Accounting for the Revolution™
Is it possible?
In recent weeks, the price of ether has risen from around $10.00 US dollars per ether to hovering around $20.00 US in recent days. Needless to say, this has caused a lot of discussion.
We wondered if this increase in price meant that the Ethereum community was all of a sudden spending thousands of dollars more per day on gas. Or was it hundreds of dollars more per day? Or was it one dollar per day? Or even one penny? We had no basis to answer that question, so we set out to find the answer for ourselves.
Before we began our search, we imposed a self-imposed rule. This rule was that we could only get the data in a fully-decentralized way. This means we could use no external web APIs or rely on any third parties. We could only use data directly from the a locally running Ethereum node.
If you’ve ever tried to do this, you know that this means you should sit back and relax. Can you say: “slooooow”?
Over the past year, we’ve been working on speeding up this data access in a fully-decentralized manner. We call our solution TrueBlocks. The word “quick” being operative. Written in C++, TrueBlocks is able to achieve speeds more than 200 times faster than the RPC. This allows us to efficiently produce answers to these questions (and many other things).
The easiest way to explain TrueBlocks is to show you some code, and I will do that shortly, but first, I wanted to talk about…
Blockchain on a Stick™
TrueBlocks scrapes, parses, pre-digests, and caches the entire Ethereum blockchain in a fully-decentralized manner. We make the claim that our work is so decentralized that we can store the entire chain — fully parsed and heavily optimized — on an external drive. We call this “Blockchain on a Stick™,” and we carry it around with us in our backpack wherever we go.
BlockChain on a Stick™ allows us to prove to potential clients that our solution is decentralized. We can, if we wish, disconnect from the Internet, and while TrueBlocks cannot access the latest blocks, it still works perfectly. That’s decentralized.
TrueBlocks uses the node’s RPC in the same way that
web3.js does. After pre-processing the received data, we store each block, every transaction, every receipt, and every log in a local database. Before storing the data, we optimize the crap out of it in every way we can think. Our goal is this: quick!
We retrieve each block and then, if it has transactions, we spin through each transaction asking for the transaction’s receipt. Given the receipt, we make a determination if the transaction needs to be traced. We trace transactions that may have finished in error. Additionally, we identify internal transactions that were initiated by the transaction and parse the input data field and the receipt’s logs.
We do all of this pre-processing prior to storing the data, and because the blockchain is immutable, we only need to do this once. (This is not technically true because of chain re-organizations, but we won’t complicate matters by explaining how we handle this.) Every time we access the data thereafter, we are reading highly-optimized data intended specifically to be retrieved quickly.
Another thing TrueBlocks does while storing the data is to store various levels of detail. (Yes. It uses more disc space, but it’s significantly faster.) This allows the developer to choose between higher speed given less detail verses lower speed if more detail is required. It’s the programmer’s choice. For the analysis below we chose the half-speed / half-detail version.
TrueBlocks is a C++ library and a series of applications. Below we show you the application code we wrote that gathered the data we needed to do our analysis. Below is the actual code. It’s pretty simple. As with all C++ code, we start with the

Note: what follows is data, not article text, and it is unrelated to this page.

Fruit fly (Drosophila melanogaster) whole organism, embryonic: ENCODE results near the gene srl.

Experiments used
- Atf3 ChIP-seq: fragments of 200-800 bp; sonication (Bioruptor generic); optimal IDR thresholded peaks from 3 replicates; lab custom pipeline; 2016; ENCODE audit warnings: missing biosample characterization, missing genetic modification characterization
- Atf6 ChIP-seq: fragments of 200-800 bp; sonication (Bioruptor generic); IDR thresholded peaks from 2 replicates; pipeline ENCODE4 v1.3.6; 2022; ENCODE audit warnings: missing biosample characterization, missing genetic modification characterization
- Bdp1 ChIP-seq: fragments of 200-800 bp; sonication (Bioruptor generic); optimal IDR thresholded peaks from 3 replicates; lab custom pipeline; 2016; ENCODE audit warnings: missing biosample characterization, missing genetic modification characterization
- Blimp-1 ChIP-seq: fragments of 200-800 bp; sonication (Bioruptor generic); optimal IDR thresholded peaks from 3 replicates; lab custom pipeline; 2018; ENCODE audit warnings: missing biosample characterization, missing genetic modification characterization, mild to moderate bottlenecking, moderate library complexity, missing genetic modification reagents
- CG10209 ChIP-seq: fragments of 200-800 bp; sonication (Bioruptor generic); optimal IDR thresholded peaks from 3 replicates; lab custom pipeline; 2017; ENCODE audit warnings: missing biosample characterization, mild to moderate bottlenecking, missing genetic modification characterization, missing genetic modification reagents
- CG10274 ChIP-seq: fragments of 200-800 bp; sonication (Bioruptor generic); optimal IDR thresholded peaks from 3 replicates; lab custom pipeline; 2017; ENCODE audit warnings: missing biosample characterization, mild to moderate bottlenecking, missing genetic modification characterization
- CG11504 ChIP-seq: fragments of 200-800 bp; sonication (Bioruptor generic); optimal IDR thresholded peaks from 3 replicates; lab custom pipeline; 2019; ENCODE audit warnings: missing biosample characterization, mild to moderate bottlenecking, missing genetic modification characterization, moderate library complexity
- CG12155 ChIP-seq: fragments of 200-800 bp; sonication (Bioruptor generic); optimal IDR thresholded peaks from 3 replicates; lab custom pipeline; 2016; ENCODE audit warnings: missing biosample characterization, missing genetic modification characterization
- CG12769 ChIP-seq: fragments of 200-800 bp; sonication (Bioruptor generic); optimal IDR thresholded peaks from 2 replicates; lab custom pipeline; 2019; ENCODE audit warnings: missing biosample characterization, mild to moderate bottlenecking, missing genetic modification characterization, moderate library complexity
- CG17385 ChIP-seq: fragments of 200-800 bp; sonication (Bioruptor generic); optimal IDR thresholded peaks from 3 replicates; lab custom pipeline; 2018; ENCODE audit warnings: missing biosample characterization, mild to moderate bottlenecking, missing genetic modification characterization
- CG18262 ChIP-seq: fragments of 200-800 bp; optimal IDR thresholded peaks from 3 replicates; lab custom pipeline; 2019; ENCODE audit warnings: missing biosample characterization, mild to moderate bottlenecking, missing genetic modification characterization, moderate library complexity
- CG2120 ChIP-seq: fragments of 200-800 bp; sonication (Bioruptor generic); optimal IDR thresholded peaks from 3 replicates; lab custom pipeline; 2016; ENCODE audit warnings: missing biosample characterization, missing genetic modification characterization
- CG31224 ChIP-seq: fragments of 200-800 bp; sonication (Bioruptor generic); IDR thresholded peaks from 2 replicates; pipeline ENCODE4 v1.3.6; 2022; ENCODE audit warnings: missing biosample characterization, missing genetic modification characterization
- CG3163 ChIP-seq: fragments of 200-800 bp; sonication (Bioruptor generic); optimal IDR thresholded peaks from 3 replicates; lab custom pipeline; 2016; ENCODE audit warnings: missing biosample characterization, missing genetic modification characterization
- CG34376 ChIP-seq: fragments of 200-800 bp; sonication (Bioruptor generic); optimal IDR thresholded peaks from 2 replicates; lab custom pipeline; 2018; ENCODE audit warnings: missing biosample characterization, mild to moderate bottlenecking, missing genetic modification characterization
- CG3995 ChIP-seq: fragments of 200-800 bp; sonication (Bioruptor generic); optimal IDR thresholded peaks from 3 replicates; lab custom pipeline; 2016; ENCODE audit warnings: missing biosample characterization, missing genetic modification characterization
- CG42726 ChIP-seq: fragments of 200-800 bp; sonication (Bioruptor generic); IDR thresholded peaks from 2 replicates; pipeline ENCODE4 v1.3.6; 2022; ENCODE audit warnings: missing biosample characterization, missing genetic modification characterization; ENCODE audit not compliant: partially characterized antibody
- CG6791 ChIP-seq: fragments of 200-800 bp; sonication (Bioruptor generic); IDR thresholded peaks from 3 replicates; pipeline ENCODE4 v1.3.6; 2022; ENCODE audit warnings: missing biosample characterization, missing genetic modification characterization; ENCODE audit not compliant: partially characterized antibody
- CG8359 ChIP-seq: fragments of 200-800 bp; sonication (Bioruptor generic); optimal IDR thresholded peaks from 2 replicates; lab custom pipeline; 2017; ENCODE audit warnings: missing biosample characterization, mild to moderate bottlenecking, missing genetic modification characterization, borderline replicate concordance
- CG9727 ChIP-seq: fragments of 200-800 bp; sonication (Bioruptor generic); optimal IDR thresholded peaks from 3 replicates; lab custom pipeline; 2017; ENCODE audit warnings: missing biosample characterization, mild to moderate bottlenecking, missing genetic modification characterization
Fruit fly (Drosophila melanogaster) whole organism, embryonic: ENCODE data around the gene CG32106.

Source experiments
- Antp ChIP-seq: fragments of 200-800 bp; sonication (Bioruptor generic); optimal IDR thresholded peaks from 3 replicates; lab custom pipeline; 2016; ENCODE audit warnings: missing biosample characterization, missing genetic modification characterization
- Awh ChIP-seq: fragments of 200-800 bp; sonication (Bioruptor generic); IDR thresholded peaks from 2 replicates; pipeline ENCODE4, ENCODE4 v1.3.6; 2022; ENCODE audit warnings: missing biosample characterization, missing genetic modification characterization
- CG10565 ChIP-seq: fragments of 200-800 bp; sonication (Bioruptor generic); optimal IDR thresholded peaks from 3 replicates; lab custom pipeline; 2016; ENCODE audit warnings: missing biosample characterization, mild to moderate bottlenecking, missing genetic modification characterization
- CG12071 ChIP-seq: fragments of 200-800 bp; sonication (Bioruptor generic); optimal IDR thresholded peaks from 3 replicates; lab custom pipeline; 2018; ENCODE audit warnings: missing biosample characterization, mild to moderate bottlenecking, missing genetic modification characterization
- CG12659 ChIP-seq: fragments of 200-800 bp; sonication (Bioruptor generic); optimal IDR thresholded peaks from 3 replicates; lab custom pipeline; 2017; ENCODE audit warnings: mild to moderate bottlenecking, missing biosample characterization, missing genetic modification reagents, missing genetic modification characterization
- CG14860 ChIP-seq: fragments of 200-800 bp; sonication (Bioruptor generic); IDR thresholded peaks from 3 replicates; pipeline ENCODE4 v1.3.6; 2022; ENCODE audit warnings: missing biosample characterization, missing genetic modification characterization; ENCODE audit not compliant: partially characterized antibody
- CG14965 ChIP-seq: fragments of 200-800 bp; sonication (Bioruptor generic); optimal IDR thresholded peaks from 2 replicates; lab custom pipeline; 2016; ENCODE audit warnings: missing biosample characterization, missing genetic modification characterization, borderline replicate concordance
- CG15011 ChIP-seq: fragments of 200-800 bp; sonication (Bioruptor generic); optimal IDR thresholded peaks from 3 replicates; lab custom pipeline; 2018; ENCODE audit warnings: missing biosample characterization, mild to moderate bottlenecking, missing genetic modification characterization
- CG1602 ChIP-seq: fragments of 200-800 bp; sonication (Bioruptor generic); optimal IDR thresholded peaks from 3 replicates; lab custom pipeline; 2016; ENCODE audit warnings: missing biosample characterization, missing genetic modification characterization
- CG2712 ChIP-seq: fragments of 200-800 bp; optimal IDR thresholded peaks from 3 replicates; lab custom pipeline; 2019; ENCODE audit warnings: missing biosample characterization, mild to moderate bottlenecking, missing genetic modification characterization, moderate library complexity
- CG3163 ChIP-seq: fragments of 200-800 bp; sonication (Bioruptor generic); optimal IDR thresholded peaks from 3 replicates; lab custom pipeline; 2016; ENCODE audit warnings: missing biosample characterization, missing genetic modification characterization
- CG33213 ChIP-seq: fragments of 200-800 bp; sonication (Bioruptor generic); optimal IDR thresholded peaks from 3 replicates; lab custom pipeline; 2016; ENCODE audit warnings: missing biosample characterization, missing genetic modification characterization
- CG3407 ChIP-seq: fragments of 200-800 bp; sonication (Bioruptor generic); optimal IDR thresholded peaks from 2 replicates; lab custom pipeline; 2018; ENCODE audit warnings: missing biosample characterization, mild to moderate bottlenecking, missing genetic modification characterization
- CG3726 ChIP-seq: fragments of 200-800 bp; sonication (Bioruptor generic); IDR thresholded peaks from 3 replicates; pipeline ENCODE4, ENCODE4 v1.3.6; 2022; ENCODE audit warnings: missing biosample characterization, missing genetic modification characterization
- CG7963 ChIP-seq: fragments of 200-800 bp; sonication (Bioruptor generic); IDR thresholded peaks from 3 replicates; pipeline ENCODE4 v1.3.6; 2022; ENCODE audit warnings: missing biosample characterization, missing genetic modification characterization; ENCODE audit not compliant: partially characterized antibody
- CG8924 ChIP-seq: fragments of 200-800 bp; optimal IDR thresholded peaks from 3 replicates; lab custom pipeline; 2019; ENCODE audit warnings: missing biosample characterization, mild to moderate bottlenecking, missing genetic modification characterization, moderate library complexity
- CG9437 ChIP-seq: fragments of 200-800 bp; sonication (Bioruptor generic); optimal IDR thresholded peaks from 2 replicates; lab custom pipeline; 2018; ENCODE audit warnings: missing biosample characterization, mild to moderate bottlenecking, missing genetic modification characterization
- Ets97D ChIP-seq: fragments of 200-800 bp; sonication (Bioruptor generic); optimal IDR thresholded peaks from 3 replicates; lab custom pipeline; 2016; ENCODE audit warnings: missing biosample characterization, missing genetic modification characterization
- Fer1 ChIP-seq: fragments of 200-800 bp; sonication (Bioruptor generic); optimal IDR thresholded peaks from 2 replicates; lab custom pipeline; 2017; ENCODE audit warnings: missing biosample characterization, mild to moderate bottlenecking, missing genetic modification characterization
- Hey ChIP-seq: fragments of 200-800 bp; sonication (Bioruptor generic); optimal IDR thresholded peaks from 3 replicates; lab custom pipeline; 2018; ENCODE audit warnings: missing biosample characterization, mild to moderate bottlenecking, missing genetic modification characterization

This function first initializes the TrueBlocks library and then decides on the start block and the number of blocks to visit. We chose to start at block 2,912,407 (the closest block to January 1, 2017). The function
getLatestBlock returns the node’s latest block.
Next, we create a data structure that will store the result of visiting each block. This structure may be of any type — whatever is appropriate for your application. The code then calls into the TrueBlocks library function
forEveryNonEmptyBlockOnDisc and finishes by making a final report.
TrueBlocks has a number of interfaces for traversing blocks. For our purposes, we used the middle-of-the-road
forEveryNonEmptyBlockOnDisc. This function gives full detail, but skips over blocks with no transactions (about 37% of all blocks).
A similar function called
forEveryBlock visits every block (including empty ones) in full detail. On the other end of the spectrum is the function
forEveryMiniBlockInMemory which is super-fast but delivers a lot less data than the other methods. The function one uses depends on ones application.
Visiting Every Non-Empty Block
If you’re familiar with C++, you’ve noticed that the bulk of the work is completed in the function
visitBlock. Here is that function:
At each non-empty block, the pointer to the arbitrary data is retrieved. In this case, it’s a pointer to the instance of
The function first figures out when the block occurred. The function then determines if this is a new day. If it is, a report on the previous day is made. In this way, we accumulate and report on statistics once per day (see the data tables below).
The function then grabs the price of ether in US dollars at the time of this block, that is, it grabs the block’s spot price. TrueBlocks gets this data from the Poloniex price API. (Okay — we admit it — we broke our own self-imposed rule! But we cache the price data so it still works when unplugged.)
The function then spins through each transaction and prices the gas consumed by that transaction. Note, that we do not distinguish between in-error and successful transactions. Even if the transaction ended in error, the gas was expended, so we want to account for it.
CGasTracker simply accumulates the data each day, holds the Ethereum price data, and reports the results.